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Korean Night Part 2

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Why Korean night? Well, Amy grew up eating Korean food. Before she was born, her parents lived there for awhile when her dad was in the army. Her mom loved the food and culture, and took the recipes back to the US. Well what do you know? MY parents ALSO lived in korea in the army! My mom did not take the recipes back like Amy's did, but did take a lot of cultural memories, and a casual knowlege of taekwando! That is some super mom trivia right there, so if you are listening, and know my mom, bring it up at the next party (book club meeting?) you see her at!


This is some bulgogi marinateing.  This will come into play in the second dish today. 



 Some kimchi Amy also made.  This is just a topping to put on at the end.



That brown thing is a mushroom actually called fungus.



Bean thread noodles.
 



The noodels, sauce, and veg getting mixed in the pan.



Yum.



The chef must taste.



This dish is best at room temperature, so amy made it first.



Wow.  This was actually the highlight of my night.







The bulgogi cooking.



Some chili paste Amy brought in.



For this meal, you need to cook everything seperate.  This is for the awesome presentation.



 



 



After everything is cooked, the rice goes into the pan.



Wow.  That is a serious presentation!  Amy said that if you go to a Korean place, they will bring it to the table like this and mix it tableside.



A fried egg can top ANY dish.



 



Tableside mixing.



 



They love it.



These are the banchan options. Click them to see a closer view. CLICK THEM!!!!!



What a big awesome plate!!!


Lots of recipes today you guys! Follow these links for the Bibim Bap and Banchan recipes. The rest are below!

Japchae/ Chapchae (the noodle thing)
1/2 pound dried Korean bean thread noodles/potato starch noodles/ Asian vermicelli
2 tsp sesame oil
1 tablespoon cooking oil
2-3 cloves garlic, finely minced

Use your choice of optional veggies:
1 onion, thinly sliced
1 carrot, cut into matchsticks
1/2 lb spinach, washed well and drained (see banchan recipe)
1 zucchini
1 bell pepper (combine colors to make fancy)
3 scallions (green parts only), cut into 1″ lengths
1 cup mushrooms thinly sliced (shitake, oyster, wood ear)
Black fungus (I actually found this at the grocery)

Dressing:
3 Tbs soy sauce
1.5 Tbs sugar
1-2 Tsp sesame seeds
2-3 cloves minced garlic
1 Tbs toasted sesame oil

You can add beef or pork also if you want. I added pork. I've commonly seen it served as an appetizer. I think it's perfect at room temperature, but can eat it hot or cold also. Combine dressing ingredients and set aside.
If you are adding meat, then marinate it briefly in a soy sauce, garlic, sesame oil, S &P mixture and then cook it first
Sauté all your vegetables in the oil. You can do them separately for a nice presentation or throw them all in, considering timing for the various ones chosen. Boil water and cook the noodles, which only take about 4-5 minutes. Drain noodles and rinse with cold water.
Once all veggies are cooked, combine with the noodles and dressing and toss to combine. You can do this over the heat or a bowl off the heat.

Simple Korean Kimchi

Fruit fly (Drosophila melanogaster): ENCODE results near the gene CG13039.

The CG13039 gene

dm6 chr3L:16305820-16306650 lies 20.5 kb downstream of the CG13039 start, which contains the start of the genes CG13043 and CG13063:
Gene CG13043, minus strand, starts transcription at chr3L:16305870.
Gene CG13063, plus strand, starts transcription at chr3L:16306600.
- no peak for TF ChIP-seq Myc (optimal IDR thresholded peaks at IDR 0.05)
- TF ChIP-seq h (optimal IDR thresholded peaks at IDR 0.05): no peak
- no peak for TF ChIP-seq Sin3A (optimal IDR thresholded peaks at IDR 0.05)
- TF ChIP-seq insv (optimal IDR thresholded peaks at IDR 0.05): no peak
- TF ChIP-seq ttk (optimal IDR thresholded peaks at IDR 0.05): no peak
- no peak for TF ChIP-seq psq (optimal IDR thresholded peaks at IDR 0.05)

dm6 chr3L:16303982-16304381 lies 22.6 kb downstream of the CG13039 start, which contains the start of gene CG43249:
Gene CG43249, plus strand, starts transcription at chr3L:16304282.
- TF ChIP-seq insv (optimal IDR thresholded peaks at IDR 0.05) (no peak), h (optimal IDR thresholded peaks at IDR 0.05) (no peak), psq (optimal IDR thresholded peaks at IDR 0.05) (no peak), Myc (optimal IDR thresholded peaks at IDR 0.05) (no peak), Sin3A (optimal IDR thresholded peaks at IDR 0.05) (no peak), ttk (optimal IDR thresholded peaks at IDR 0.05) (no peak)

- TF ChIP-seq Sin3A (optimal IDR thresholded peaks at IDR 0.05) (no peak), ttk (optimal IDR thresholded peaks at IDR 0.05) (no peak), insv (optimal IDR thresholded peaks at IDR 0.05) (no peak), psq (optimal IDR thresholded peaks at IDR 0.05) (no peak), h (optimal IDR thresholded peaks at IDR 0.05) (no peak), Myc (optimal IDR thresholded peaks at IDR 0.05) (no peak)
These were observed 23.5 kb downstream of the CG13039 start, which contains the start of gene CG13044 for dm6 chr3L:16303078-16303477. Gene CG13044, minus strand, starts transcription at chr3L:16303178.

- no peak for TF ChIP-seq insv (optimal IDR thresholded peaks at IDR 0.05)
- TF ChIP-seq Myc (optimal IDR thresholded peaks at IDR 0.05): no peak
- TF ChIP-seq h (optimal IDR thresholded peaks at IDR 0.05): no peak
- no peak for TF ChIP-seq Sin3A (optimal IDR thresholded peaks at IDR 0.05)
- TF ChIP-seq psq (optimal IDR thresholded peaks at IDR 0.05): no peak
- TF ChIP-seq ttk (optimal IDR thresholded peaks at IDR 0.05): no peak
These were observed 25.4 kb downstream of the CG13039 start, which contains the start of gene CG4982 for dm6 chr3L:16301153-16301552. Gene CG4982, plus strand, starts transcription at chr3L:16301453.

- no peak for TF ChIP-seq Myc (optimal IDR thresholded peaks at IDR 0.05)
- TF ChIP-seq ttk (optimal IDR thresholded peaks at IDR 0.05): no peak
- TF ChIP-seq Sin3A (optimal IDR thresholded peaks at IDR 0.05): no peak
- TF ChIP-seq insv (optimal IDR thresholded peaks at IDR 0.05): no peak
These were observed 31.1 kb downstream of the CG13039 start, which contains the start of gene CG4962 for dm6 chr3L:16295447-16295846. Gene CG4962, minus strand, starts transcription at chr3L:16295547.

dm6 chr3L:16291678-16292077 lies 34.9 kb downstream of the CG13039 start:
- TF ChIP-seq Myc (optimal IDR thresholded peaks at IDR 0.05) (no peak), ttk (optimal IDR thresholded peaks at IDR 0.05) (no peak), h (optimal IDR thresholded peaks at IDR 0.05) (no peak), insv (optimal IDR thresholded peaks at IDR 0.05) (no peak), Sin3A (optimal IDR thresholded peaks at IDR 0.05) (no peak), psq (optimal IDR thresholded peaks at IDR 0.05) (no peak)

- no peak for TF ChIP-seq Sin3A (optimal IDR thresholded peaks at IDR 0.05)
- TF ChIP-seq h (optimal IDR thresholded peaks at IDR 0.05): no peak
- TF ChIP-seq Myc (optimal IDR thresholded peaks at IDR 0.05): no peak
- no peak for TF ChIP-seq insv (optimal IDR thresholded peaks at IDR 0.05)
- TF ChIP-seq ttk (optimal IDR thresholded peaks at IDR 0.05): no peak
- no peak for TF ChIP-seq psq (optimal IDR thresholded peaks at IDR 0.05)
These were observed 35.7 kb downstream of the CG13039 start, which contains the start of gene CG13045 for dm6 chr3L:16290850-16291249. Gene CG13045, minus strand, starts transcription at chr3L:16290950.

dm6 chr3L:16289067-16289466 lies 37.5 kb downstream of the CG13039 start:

1 large head napa cabbage
4 large cloves garlic, minced
2 Tbs grated ginger
5 scallions - white part coarsely chopped/green part cut into 1'' lengths
1 small onion, finely chopped or grated
2 Tsp sugar
2 Tsp MSG
1 Tbs Korean red chili powder (gochugaru)

Rinse the cabbage and cut into bite size pieces. Place in large bowl or tub and sprinkle liberally with salt. Allow to soften for 3 hours. Rinse off salt. Combine the rest of the ingredients and then toss this paste with the cabbage, making sure all is coated. Add a tad bit of water if you'd like for extra juice. (Note: this is going to seem like a pretty dry mixture, but it will get juicy over time in the fermentation process). Pack in air tight containers and allow to stand at room temperature for 2 days before placing in refrigerator. Ready to eat in 2-3 days after making, but I find it's best after about 2-3 weeks.
For more authentic ingredients and method, see

Bulgogi

1 lb rib eye (can substitute sirloin)

Marinade:
1/2 cup soy sauce
2 Tbs chopped garlic
Small onion
1 Tbs grated fresh ginger
2 Tbs brown sugar
2 Tbs sesame seeds
2 Tbs toasted sesame seed oil
2 scallions, chopped or thinly sliced
1 Tbs Korean red chili powder (gochugaru)
1/4 tsp ground black pepper

Put ribeye in freezer for about a half hour so that it's easier to thin slice. When partially frozen, remove from freezer and thinly slice. Set aside. Whisk all marinade ingredients and then add beef. Mix well to coat. Cover and refrigerate for at least 1 hour, but preferably overnight. Grill beef on high, approximately 1 - 2 minutes on each side.


5 Comments

I LOVE Korean Food!! But I'm sad not to see any Korean BBQ. However, the Bulgogi almost makes up for it.

This will definitely be a must-try. That egg looks perfectly cooked.

But, seriously... Coors Light? ;)

DAN!!! you're not supposed to give away my secrets. Besides how can I surprise that attacker now?? I absolutely love Bulgogi and make it often. I didn't make it when you were young because of children with picky dinning habits. Welcome home!!!

This type of food i love to eat! Have never tried it, but just by looking at it i know i would love this. I think this will have to be one of my favorite posts ;)

Hi,

Bean thread noodles are very mysterious. They are good in soup, etc. But dry they are as tough as nylon fishing-line. There's no other food like that.

You could string a tennis racket with them.

--dan

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